If an employee chooses to go the administrative route, once a wage complaint is filed with the Division of Labor it must investigate the complaint, send notice to the employer, and issue a determination within 90 after sending the notice to the employer unless good cause exists for an extension of time. See C.R.S. § 8-4-111(2)(a)(III). Accordingly, one added advantage of pursuing an administrative remedy is that the claim will likely be resolved in a much shorter time frame than would otherwise be required if the claim were litigated in a lawsuit.
Where a wage complaint is filed administratively, if the Division of Labor determines that a violation has occurred, it shall issue a citation and notice of assessment to the employer which will include the amount of compensation owed up to $7,500; include any penalties applicable under C.R.S. § 8-4-109; and include any fine determined by the director of the Division of Labor up to the sum of $50 per day for each day the employer failed to pay the employee. See C.R.S. § 8-4-113.
While the resulting penalties and fines assessed by the Division of Labor can be substantial, the employer may mitigate those penalties and fines if, upon receipt of the citation and notice of assessment, the employer pays the employee all wages and compensation owed within 14 days. Under such circumstances, Division of Labor may waive or reduce any fines imposed under C.R.S. § 8-4-113 and may reduce by up to 50% any penalties imposed under C.R.S. § 8-4-109.
Importantly, where an employee has pursued an administrative remedy with the Divisions of Labor, the employer has received a notice of assessment and citation from the Division of Labor, and the employer has made payment to the employee and the employee accepted, it will be considered a full and complete satisfaction of any unpaid compensation owed by the employer the employee. That is, the employee’s wage claims will be considered fully adjudicated and the employee will be barred from initiating another action, administratively or otherwise, on the based on the wage complaint already adjudicated. See C.R.S. § 8-4-111(2)(e).
Importantly, where an employee has first elected to pursue an administrative remedy, the employee may elect to terminate that process by providing a notice to the Division of Labor within 35 days after the Division of Labor’s issuance of a notice of assessment and citation to the employer. See C.R.S. § 8-4-111(3). If an employee elects to terminate the administrative process, the Division will revoke any citation and notice of assessment already issued and the employee will preserve any private rights of action she may have.
Accordingly, in such circumstances, the employee will still have the ability to file a civil lawsuit seeking any unpaid compensation and applicable penalties from the employer. Notably, the Division of Labor’s notice to the employer of the employee’s wage complaint satisfies the requirements of a written demand for payment under the act. See C.R.S. § 8-4-111(5). Thus, where an employee has initiated an administrative proceeding and then later terminated it, the employee will likely be entitled to penalties where the employer has failed to make payment within 14 days of receiving the Division of Labor’s notice.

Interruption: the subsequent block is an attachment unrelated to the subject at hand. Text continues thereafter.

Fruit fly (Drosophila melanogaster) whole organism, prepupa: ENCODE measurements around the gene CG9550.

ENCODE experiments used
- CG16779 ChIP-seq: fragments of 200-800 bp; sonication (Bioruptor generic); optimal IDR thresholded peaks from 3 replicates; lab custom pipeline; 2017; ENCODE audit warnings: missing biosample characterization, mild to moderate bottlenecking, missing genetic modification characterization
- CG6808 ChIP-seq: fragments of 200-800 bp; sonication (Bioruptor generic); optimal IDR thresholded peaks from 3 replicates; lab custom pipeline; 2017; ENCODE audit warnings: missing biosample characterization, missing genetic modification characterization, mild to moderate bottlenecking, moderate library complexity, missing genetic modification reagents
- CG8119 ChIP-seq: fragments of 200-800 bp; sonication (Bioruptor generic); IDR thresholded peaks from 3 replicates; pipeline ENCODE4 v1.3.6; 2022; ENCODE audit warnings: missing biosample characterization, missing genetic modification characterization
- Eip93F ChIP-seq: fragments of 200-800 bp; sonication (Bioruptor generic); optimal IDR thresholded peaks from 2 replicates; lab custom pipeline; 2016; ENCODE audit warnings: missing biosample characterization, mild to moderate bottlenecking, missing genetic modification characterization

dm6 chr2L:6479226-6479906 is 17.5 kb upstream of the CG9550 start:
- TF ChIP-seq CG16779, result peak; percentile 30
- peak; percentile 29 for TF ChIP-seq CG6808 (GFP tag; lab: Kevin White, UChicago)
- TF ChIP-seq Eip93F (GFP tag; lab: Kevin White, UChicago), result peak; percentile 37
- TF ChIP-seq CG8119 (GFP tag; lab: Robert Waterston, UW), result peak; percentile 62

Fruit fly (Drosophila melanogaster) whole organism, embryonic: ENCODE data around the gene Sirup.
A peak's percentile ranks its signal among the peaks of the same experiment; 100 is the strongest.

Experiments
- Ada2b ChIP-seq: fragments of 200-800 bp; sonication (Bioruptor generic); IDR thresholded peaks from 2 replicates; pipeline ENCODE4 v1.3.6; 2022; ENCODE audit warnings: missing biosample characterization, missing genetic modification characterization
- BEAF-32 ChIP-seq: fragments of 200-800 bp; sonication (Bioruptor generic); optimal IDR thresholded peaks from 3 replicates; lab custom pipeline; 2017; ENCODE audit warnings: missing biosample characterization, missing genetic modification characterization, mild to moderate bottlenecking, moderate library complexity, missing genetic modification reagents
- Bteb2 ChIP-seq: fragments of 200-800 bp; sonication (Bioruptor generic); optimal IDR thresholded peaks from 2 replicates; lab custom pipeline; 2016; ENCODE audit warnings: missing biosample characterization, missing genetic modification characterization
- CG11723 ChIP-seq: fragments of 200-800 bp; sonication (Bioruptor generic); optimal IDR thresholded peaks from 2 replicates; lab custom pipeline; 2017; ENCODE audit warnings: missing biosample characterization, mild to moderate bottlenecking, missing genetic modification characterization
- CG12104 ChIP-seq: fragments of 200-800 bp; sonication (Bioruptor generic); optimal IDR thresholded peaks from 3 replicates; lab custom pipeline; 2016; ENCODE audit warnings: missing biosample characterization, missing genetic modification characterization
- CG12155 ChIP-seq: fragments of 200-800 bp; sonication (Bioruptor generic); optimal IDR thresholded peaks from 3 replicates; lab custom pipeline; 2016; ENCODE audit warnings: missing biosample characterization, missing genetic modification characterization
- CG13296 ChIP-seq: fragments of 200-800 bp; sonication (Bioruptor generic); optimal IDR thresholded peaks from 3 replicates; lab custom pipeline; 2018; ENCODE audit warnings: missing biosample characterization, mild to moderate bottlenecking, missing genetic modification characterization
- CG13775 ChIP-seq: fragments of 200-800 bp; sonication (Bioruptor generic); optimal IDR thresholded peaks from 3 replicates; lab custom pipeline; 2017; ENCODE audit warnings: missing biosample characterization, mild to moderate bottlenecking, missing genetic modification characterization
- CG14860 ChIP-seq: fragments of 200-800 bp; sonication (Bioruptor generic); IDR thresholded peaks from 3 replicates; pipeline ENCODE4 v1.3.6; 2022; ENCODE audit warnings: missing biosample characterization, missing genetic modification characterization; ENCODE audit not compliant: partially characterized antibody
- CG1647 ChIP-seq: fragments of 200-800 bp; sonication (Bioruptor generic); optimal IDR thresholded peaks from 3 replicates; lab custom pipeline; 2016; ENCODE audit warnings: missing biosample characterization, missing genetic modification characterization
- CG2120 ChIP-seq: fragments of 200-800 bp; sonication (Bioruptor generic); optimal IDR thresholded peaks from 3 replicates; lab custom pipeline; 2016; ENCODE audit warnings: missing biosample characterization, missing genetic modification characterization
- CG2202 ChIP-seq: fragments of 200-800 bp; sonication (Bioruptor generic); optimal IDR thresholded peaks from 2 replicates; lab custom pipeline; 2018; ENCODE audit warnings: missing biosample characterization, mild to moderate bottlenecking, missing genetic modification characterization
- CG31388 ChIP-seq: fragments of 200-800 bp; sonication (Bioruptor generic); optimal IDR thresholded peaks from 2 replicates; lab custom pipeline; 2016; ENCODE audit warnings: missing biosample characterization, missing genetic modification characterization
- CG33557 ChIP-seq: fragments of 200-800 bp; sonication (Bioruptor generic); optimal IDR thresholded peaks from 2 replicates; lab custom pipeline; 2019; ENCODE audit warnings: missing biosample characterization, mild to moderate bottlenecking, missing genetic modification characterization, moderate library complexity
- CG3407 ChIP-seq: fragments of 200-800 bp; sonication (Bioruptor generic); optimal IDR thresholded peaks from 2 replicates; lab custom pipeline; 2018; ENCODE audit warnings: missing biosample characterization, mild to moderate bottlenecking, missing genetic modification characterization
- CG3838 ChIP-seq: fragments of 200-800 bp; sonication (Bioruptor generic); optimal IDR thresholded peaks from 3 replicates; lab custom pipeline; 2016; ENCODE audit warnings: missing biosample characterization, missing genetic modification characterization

In contrast to pursuing an administrative remedy, an employee may elect to file and pursue a civil action where the restrictions and limitations of the Division of Labor’s administrative process will not apply. In essence, by filing a civil action the employee will be entitled to the full amount of unpaid compensation and any applicable penalties the employer will owe as determined by C.R.S. § 8-4-109. That is, the employer will not have an opportunity to mitigate any penalties that otherwise would have been available to the employer if the administrative route had been used.
Additionally, where an employee initiates a lawsuit Colorado Wage Claim Act allows the presiding court the discretion to award attorneys’ fees to the prevailing party. In particular, if the employer prevails and the employee claimed unpaid compensation in excess of $7,500; then the presiding court may award reasonable costs and attorneys’ fees to the employer for defending the action. See C.R.S. § 8-4-110. In contrast, if the employee prevails then the employee is presumptively entitled to costs and attorneys’ fees regardless of the amount of unpaid compensation claimed. See Lester v. Career Bldg. Acad., 338 P.3d 1054 (Colo. App. 2014).
Overall, the main pros and cons of pursuing a lawsuit as opposed to an administrative remedy are tied to how quickly and efficiently a resolution is needed, and how much unpaid compensation the employee is entitled to. In particular, while pursuing an administrative remedy will likely result in a speedier and less costly resolution, it may end up limiting the amount of relief available to the employee, especially where the unpaid compensation exceeds $7,500. In contrast, pursuing a civil action will likelier take longer and may be costlier, but the employee can seek full relief and penalties which can be a substantial amount.
© 2017 J.D. Porter, LLC. Author: Jordan Porter. Denver, Colorado.